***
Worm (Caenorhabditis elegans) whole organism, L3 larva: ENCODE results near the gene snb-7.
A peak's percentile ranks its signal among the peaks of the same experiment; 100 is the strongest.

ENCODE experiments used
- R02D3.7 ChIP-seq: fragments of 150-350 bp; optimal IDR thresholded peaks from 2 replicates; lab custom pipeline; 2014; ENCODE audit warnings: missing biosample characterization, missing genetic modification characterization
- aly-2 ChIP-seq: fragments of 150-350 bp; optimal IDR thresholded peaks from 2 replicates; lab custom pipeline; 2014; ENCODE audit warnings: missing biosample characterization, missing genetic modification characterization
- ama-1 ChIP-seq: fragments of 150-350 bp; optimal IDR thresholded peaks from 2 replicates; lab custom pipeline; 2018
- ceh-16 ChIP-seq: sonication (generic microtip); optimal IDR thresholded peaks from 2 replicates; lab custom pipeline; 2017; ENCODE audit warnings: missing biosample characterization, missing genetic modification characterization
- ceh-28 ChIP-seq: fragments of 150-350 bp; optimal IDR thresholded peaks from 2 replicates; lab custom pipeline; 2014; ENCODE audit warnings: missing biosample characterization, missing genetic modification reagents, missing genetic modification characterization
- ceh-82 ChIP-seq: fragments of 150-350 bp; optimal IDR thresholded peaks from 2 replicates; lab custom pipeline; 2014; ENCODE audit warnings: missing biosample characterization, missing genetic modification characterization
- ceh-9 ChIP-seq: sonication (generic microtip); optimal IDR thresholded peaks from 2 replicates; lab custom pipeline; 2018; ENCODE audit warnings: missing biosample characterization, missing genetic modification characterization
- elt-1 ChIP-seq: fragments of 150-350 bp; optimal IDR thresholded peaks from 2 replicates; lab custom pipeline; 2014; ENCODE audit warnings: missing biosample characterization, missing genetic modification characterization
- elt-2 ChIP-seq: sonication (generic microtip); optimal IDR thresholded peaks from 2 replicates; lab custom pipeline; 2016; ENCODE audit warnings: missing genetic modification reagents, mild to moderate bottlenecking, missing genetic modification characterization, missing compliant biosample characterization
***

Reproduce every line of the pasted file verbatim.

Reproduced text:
Worm (Caenorhabditis elegans) whole organism, L3 larva: ENCODE results near the gene snb-7.
A peak's percentile ranks its signal among the peaks of the same experiment; 100 is the strongest.

ENCODE experiments used
- R02D3.7 ChIP-seq: fragments of 150-350 bp; optimal IDR thresholded peaks from 2 replicates; lab custom pipeline; 2014; ENCODE audit warnings: missing biosample characterization, missing genetic modification characterization
- aly-2 ChIP-seq: fragments of 150-350 bp; optimal IDR thresholded peaks from 2 replicates; lab custom pipeline; 2014; ENCODE audit warnings: missing biosample characterization, missing genetic modification characterization
- ama-1 ChIP-seq: fragments of 150-350 bp; optimal IDR thresholded peaks from 2 replicates; lab custom pipeline; 2018
- ceh-16 ChIP-seq: sonication (generic microtip); optimal IDR thresholded peaks from 2 replicates; lab custom pipeline; 2017; ENCODE audit warnings: missing biosample characterization, missing genetic modification characterization
- ceh-28 ChIP-seq: fragments of 150-350 bp; optimal IDR thresholded peaks from 2 replicates; lab custom pipeline; 2014; ENCODE audit warnings: missing biosample characterization, missing genetic modification reagents, missing genetic modification characterization
- ceh-82 ChIP-seq: fragments of 150-350 bp; optimal IDR thresholded peaks from 2 replicates; lab custom pipeline; 2014; ENCODE audit warnings: missing biosample characterization, missing genetic modification characterization
- ceh-9 ChIP-seq: sonication (generic microtip); optimal IDR thresholded peaks from 2 replicates; lab custom pipeline; 2018; ENCODE audit warnings: missing biosample characterization, missing genetic modification characterization
- elt-1 ChIP-seq: fragments of 150-350 bp; optimal IDR thresholded peaks from 2 replicates; lab custom pipeline; 2014; ENCODE audit warnings: missing biosample characterization, missing genetic modification characterization
- elt-2 ChIP-seq: sonication (generic microtip); optimal IDR thresholded peaks from 2 replicates; lab custom pipeline; 2016; ENCODE audit warnings: missing genetic modification reagents, mild to moderate bottlenecking, missing genetic modification characterization, missing compliant biosample characterization